[update] As Sean Lincolne pointed out, squishguava, the boot image this thing loads over the network when it boots, is just a simple cramfs image. The "COMPRESSED ROMFS" in my earlier 'strings' is a dead give-away on this. I finally got some time to have a peek at it. It has the following in it:
It is obviously not a full Linux filesystem, as can be seen by looking
at files in the scripts directory, this filesystem gets mounted on
/guava. I compiled a small statically linked busybox and stuck it in
bb/ which among other things had
bb/sbin/telnetd in it. Then I
scripts/rio-script and had it launch the
before it launches the
rio. Built a new cramfs squishguava image and
booted with it. It actually booted just fine. I was worried they might
have some sort of checksum check, or my added 600k would overflow
something, but it was fine. The bad news is that I couldn't get in via
telnet. So, either, my telnetd didn't start properly, or the port is
I did notice that the default shell is
/bin/ash which also happens to
be the default shell in BusyBox and Linksys has used Busybox on other
devices in the past. I bet the rom firmware which has the root
filesystem for this thing is just a busybox image. So a bit more hacking
on that rio-script should let me either somehow get a message out to me
by trying various standard busybox commands, or I can run some stuff to
try to deblock the port. Any suggestions on what is likely to work right
More info. I replaced the rio binary with my arm cross-compiled telnetd
binary and it then doesn't get beyond the "Launching remote-IO" message
during boot. At least it tells me that what I am doing has some effect.
But I still can't get in via telnet. I also tried replacing it with a
script that tried to ping out, cat stuff to /dev/dsp and echo stuff to
various devices and none of that did anything I could
This looks like a nifty little box that will make it easy to access mp3's and photos directly from a remote-control TV-displayed interface. Much nicer than needing to stick a PC next to the TV/Stereo in the living room.
This little device showed up today. Had no trouble configuring it and hooking it up once I shuffled the various cables around a bit on the back of the TV and stereo. The music navigator is really nice on it and I like that you can play mp3's while a photo album is cycling through. Will have to try this thing against some Samba shares later on.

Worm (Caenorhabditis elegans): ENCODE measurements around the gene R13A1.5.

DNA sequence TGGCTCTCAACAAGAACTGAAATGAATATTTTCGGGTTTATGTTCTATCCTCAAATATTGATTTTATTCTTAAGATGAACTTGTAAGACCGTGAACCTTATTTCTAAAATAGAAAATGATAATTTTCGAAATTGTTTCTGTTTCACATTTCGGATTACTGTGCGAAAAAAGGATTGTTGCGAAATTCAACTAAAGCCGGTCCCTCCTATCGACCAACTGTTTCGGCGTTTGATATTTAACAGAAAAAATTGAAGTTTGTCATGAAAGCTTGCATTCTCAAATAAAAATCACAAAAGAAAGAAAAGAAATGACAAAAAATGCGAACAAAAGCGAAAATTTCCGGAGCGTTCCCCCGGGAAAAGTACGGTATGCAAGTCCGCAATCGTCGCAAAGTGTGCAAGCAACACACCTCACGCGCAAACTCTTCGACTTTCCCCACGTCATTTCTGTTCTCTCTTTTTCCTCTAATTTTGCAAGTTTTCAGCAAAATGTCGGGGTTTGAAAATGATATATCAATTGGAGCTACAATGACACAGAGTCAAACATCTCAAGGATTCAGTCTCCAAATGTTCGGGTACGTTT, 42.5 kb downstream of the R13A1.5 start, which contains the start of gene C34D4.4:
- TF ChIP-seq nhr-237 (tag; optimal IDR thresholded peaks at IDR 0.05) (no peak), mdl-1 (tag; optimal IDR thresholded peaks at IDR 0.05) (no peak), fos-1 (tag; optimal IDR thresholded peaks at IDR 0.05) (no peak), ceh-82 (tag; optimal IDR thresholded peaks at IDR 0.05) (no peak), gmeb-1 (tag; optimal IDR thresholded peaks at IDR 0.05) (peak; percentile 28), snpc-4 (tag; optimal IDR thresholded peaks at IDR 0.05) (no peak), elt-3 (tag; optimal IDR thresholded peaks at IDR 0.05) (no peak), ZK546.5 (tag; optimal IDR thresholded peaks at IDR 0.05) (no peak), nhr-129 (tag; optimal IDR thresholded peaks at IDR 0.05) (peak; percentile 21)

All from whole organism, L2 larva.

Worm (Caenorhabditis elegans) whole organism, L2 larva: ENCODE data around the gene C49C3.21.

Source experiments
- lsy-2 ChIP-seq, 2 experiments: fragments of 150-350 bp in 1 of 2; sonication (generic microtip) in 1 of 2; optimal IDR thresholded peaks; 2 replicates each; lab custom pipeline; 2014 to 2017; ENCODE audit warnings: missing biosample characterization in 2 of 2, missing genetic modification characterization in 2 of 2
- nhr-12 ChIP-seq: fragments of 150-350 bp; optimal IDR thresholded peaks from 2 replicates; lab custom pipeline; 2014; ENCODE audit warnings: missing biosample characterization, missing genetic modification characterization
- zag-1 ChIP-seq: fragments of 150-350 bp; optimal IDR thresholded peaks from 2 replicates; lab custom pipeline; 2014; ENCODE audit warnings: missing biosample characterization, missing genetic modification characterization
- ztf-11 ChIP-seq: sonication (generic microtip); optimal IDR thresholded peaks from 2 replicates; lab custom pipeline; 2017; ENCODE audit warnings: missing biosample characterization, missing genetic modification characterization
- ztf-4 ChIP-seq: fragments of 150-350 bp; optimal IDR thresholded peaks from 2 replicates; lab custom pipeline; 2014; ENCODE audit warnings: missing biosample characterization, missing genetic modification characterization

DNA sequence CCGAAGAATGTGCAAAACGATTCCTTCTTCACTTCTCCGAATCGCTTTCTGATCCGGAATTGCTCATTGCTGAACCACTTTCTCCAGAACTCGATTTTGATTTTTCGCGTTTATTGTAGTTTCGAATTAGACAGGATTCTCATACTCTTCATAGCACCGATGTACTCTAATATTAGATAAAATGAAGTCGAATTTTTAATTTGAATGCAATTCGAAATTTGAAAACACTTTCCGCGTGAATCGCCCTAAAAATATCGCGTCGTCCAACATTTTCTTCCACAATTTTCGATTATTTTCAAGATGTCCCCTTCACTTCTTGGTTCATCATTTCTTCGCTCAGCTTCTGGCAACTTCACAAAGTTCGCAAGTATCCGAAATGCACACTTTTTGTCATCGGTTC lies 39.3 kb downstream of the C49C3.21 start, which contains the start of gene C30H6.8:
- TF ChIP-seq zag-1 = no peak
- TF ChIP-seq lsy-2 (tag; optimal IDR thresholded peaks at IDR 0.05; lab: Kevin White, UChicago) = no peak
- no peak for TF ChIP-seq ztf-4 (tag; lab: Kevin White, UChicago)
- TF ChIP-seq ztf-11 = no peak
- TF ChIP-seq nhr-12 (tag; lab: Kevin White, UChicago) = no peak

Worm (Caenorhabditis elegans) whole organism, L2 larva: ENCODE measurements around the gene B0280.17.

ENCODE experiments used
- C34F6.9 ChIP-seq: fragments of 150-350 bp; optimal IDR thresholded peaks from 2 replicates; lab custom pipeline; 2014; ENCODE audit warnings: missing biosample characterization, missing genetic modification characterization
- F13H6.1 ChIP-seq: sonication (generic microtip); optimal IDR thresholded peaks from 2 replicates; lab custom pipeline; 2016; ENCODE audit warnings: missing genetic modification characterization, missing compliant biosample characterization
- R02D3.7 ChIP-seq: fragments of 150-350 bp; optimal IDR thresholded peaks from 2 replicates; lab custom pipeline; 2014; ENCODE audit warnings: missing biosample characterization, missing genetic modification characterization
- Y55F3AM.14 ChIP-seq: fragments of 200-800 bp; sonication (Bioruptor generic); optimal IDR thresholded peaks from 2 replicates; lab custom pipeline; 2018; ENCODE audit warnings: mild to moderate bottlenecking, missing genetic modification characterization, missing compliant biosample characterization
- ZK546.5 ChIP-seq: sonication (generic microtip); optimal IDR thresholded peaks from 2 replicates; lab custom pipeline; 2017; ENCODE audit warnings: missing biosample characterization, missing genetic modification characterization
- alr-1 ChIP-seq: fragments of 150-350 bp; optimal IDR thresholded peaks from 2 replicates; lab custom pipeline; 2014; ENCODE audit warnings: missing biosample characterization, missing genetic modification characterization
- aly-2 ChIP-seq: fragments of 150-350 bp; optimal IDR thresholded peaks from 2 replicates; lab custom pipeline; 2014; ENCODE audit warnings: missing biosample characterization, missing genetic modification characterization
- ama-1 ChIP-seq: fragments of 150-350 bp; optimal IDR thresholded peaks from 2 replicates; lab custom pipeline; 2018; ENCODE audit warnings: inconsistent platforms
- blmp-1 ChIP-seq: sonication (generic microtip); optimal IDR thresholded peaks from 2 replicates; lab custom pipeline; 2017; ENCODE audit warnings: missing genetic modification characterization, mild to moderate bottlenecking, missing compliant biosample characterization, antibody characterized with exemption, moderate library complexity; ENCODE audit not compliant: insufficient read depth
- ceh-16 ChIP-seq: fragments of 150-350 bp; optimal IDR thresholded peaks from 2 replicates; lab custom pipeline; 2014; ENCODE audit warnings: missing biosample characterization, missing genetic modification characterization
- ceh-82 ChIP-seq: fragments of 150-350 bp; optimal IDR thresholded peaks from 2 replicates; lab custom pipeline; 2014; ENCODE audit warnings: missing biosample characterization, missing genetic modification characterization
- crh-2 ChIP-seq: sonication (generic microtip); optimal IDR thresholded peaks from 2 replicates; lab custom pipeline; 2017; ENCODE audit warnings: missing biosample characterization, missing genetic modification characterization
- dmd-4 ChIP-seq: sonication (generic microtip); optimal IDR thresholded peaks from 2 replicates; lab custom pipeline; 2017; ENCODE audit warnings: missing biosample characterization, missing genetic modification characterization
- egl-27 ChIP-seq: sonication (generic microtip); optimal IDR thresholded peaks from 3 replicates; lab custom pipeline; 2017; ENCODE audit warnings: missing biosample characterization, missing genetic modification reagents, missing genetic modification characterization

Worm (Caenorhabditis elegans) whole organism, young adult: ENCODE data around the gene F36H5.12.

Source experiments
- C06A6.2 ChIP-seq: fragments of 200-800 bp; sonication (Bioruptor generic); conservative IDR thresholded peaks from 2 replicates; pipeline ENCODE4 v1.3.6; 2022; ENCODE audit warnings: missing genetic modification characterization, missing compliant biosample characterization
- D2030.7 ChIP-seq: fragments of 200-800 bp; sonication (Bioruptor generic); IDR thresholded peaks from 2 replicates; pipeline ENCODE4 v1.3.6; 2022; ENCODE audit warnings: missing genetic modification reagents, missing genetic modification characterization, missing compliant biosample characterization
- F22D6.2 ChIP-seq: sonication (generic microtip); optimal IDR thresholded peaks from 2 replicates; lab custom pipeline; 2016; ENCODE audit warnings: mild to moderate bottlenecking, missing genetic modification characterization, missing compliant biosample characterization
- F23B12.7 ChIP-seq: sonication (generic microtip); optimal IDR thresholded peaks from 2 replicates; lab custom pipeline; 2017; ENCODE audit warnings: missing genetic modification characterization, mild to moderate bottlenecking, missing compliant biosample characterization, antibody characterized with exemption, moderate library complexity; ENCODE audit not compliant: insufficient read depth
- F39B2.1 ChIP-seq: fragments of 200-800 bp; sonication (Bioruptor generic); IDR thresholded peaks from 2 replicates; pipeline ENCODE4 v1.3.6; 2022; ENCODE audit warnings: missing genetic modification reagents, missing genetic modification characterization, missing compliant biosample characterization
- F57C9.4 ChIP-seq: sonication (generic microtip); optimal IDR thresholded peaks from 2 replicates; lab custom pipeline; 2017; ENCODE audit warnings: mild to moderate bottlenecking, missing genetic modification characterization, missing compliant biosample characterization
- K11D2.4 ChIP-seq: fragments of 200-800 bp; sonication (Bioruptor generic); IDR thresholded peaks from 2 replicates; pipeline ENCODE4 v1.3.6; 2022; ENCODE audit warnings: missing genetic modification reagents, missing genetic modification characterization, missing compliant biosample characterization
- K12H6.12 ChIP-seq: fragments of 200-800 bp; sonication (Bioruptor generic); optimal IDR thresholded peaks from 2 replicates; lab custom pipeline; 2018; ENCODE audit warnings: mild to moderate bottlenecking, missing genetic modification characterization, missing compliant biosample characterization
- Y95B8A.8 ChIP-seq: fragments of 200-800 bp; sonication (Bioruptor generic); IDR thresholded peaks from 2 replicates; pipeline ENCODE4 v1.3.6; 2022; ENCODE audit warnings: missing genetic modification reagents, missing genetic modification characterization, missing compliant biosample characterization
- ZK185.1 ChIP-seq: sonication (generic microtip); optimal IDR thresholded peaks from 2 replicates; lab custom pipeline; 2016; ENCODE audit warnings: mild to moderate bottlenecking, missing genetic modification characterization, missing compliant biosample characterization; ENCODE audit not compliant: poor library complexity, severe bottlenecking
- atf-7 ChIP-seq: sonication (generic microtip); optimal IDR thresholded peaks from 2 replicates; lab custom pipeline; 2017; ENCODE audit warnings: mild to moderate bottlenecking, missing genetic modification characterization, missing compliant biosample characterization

No luck on the Samba shares, or any sort of shares at all actually. I did a bit of sniffing of the datastream between the WMA and XP. When it starts up the first thing it does after getting an IP via DHCP is to grab its OS image from the XP box. That image is clearly a Linux 2.4.17 kernel and all communications appear to be via a UPnP A/V Media Renderer SOAP thing. As far as I can tell, when you designate a directory via the Media tool on the XP box, it creates a regular .m3u playlist out of that and serves it up to the WMA when requested. There doesn't appear to be any encryption involved, so getting this thing to work with a Linux box as the server would involve creating a UPnP SOAP server that understood the requests from the WMA. Not that this is a trivial effort, but certainly not impossible and once done this thing would be able to serve files up from anywhere a Linux box could access files from. Frankly I don't see why the heck the SOAP server they provide for XP can't serve up its playlists from a network share. There doesn't appear to be any technical reason for this restriction. I bet that with a bit of hacking and with the help of libupnp this is quite feasible.
Or, alternatively, create a custom image from the sources Linksys is supposed to provide. They have their GPL Page but it doesn't list the WMA11B (yet?). As George notes, SOAP isn't exactly ideal for something as simple as moving mp3s and image files around. An alternate image that was able to mount shares directly, would be cool. It might require sticking a .m3u playlist file in each directory so you wouldn't need to do that on the WMA, but that wouldn't bug me either.
For more info on the technology in this device, have a read through